New COVID travel rules for Spain, Canary Islands & Balearics as holiday season approaches

Spain vaccination stance 'really good news' says Aspey

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Spanish holidays to destinations like the Canary Islands and the Balearic Islands are on the cards for many Britons this year. Although, coronavirus restrictions are still in place, despite most restrictions ending in the UK. Companies such as TUI, Jet2, Ryanair, EasyJet and British Airways are all offering holiday and flight deals in the holiday hotspots.

Although the majority of coronavirus restrictions in the UK are a thing of the past, Britons may be met with some as they travel overseas.

In recent weeks, the Spanish authorities have sparked confusion after they announced unvaccinated Britons could enter with a COVID test.

However, they U-turned on the decision hours later due to a misunderstanding.

What are the latest travel rules for Spain, the Canaries and the Balearics?

Spain entry requirements

If you want to visit Spain, you will need to show proof of either being fully vaccinated or having recently recovered from coronavirus.

To be considered as fully vaccinated you will need to have completed a full vaccination course at least 14 days before travel.

If you completed this over 270 days (nine months) before travelling to Spain, you will need a booster jab to qualify as fully vaccinated.

Although the rules apply to anyone aged 12 or over, Spain has eased its restrictions for unvaccinated teens, aged 12 to 17, who can visit if they have proof of a negative coronavirus test taken before travel.

If you are fully vaccinated, you do not need to fill out a pre-travel health form.

However, travellers entering with proof of coronavirus recovery, or unvaccinated teens aged 12 to 17 will need to fill out a pre-travel online form, which must be completed no more than 48 hours before travel to Spain.

Currently, unvaccinated Britons will not be able to enter for holidays unless they can show proof of recovery.

As for local coronavirus rules, Spain recently relaxed its face mask rules meaning people will no longer be required to wear these at indoor venues such as restaurants and bars.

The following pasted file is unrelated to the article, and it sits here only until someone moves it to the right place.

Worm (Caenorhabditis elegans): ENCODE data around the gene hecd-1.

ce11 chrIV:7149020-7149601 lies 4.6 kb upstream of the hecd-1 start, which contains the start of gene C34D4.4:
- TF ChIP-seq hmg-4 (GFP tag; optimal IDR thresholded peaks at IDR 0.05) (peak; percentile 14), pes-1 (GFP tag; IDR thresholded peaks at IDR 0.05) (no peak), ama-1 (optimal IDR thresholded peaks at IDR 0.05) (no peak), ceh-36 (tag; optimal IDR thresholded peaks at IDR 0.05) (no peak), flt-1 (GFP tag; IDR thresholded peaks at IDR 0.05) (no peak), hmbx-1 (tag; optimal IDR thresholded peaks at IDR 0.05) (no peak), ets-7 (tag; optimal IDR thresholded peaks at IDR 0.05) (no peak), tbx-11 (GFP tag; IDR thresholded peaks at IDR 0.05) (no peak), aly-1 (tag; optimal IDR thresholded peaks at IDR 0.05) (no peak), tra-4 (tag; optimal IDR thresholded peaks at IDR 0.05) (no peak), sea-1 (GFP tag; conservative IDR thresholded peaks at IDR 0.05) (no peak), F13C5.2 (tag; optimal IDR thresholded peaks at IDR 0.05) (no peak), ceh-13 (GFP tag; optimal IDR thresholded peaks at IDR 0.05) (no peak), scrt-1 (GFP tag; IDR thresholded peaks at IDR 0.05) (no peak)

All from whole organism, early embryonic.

The country has already axed a requirement to wear face coverings outdoors.

Canary Islands travel rules

The Canaries’ rules are similar to those of Spain, as you need to be fully vaccinated or have proof of recovery to visit.

Again, unvaccinated teens aged 12 to 17 can visit provided they have proof of a negative test taken within 72 hours before travel.

You may also be required to show proof of a negative coronavirus test for your accommodation – check with your tour operator or travel agent.

All travellers will need to fill out a pre-travel online form before visiting the Canaries.

If Britons are travelling to the islands from Spain, the Foreign Office travel advice notes: “To travel to the Canary or Balearic islands from mainland Spain, you may need to show a negative COVID test depending on the region you are travelling from.

“Check with your travel operator and the local authorities in your final destination for guidance on domestic entry requirements.”

In a recent holiday boost for Britons, the Canaries have ended their local coronavirus restrictions, which included removing capacity limits for venues such as bars and restaurants, and once again allowing dancing in nightclubs.

Balearic Islands travel requirements

Travellers will need to be fully vaccinated against coronavirus if they want to enter the Balearics for holidays.

According to the Balearics Tourism Board website, proof of recent recovery or a negative coronavirus test will not be accepted for travellers arriving from the UK.

Anyone entering the Balearic Islands will need to fill out a pre-travel health check form online.

Children under 12 years of age are exempt from vaccination and testing requirements.

If you are travelling to the islands from Spain, the Foreign Office travel advice notes: “To travel to the Canary or Balearic islands from mainland Spain, you may need to show a negative COVID test depending on the region you are travelling from.

“Check with your travel operator and the local authorities in your final destination for guidance on domestic entry requirements.”

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